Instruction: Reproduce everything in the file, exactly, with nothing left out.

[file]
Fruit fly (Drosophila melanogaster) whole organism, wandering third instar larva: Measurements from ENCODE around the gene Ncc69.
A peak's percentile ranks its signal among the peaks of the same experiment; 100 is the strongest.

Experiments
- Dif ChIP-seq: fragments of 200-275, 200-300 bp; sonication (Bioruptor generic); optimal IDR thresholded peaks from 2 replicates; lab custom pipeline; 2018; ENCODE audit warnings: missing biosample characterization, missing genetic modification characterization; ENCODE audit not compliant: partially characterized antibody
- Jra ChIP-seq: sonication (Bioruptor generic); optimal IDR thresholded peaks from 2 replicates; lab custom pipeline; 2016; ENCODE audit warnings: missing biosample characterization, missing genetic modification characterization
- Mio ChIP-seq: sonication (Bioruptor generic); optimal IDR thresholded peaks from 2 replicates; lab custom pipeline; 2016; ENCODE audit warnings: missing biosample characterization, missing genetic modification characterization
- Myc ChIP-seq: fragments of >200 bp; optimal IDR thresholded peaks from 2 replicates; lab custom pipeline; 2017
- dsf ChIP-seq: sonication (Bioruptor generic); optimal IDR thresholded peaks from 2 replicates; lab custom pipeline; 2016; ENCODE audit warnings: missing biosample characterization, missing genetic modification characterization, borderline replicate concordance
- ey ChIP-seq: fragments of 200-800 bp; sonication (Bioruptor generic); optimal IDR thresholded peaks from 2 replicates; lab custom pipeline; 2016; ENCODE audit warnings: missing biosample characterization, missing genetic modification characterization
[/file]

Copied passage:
Fruit fly (Drosophila melanogaster) whole organism, wandering third instar larva: Measurements from ENCODE around the gene Ncc69.
A peak's percentile ranks its signal among the peaks of the same experiment; 100 is the strongest.

Experiments
- Dif ChIP-seq: fragments of 200-275, 200-300 bp; sonication (Bioruptor generic); optimal IDR thresholded peaks from 2 replicates; lab custom pipeline; 2018; ENCODE audit warnings: missing biosample characterization, missing genetic modification characterization; ENCODE audit not compliant: partially characterized antibody
- Jra ChIP-seq: sonication (Bioruptor generic); optimal IDR thresholded peaks from 2 replicates; lab custom pipeline; 2016; ENCODE audit warnings: missing biosample characterization, missing genetic modification characterization
- Mio ChIP-seq: sonication (Bioruptor generic); optimal IDR thresholded peaks from 2 replicates; lab custom pipeline; 2016; ENCODE audit warnings: missing biosample characterization, missing genetic modification characterization
- Myc ChIP-seq: fragments of >200 bp; optimal IDR thresholded peaks from 2 replicates; lab custom pipeline; 2017
- dsf ChIP-seq: sonication (Bioruptor generic); optimal IDR thresholded peaks from 2 replicates; lab custom pipeline; 2016; ENCODE audit warnings: missing biosample characterization, missing genetic modification characterization, borderline replicate concordance
- ey ChIP-seq: fragments of 200-800 bp; sonication (Bioruptor generic); optimal IDR thresholded peaks from 2 replicates; lab custom pipeline; 2016; ENCODE audit warnings: missing biosample characterization, missing genetic modification characterization